Mimicking Sub-Structures Self-Organization in Microtubules

Biomimetics (Basel). 2019 Oct 18;4(4):71. doi: 10.3390/biomimetics4040071.


Microtubules (MTs) are highly dynamic polymers distributed in the cytoplasm of a biological cell. Alpha and beta globular proteins constituting the heterodimer building blocks combine to form these tubules through polymerization, controlled by the concentration of Guanosine-triphosphate (GTPs) and other Microtubule Associated Proteins (MAPs). MTs play a crucial role in many intracellular processes, predominantly in mitosis, organelle transport and cell locomotion. Current research in this area is focused on understanding the exclusive behaviors of self-organization and their association with different MAPs through organized laboratory experiments. However, the intriguing intelligence behind these tiny machines resulting in complex self-organizing structures is mostly unexplored. In this study, we propose a novel swarm engineering framework in modeling rules for these systems, by combining the principles of design with swarm intelligence. The proposed framework was simulated on a game engine and these simulations demonstrated self-organization of rings and protofilaments in MTs. Analytics from these simulations assisted in understanding the influence of GTPs on protofilament formation. Also, results showed that the population density of GTPs rather than their bonding probabilities played a crucial role in polymerization in forming microtubule substructures.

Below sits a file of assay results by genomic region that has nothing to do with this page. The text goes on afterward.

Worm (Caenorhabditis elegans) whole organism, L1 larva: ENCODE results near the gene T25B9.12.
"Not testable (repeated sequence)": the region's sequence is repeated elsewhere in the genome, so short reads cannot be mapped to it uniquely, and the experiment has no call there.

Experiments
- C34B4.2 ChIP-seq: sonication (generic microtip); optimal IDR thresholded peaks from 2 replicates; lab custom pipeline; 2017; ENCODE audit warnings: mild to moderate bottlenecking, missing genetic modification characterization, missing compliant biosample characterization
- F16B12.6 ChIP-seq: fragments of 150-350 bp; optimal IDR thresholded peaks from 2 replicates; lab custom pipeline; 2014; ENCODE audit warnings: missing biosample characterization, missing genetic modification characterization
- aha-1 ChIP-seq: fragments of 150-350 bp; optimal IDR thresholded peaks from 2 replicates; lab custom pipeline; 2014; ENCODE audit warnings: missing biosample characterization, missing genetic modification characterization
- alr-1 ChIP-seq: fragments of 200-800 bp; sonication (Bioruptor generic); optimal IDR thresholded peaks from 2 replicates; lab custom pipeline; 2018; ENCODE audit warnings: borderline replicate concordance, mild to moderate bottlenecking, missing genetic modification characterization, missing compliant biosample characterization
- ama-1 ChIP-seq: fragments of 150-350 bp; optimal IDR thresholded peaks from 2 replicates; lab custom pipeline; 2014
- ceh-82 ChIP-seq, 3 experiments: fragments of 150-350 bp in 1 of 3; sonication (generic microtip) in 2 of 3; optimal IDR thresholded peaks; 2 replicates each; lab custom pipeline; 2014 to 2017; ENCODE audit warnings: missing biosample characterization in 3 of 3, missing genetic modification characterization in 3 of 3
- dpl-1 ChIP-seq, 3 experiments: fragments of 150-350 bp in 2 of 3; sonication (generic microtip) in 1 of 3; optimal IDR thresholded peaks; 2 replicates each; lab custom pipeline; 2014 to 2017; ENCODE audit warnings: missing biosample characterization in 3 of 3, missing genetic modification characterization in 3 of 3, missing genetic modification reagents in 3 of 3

Keywords: game engine; microtubule associated proteins; microtubules; protofilaments; self-organization; swarm engineering; swarm intelligence.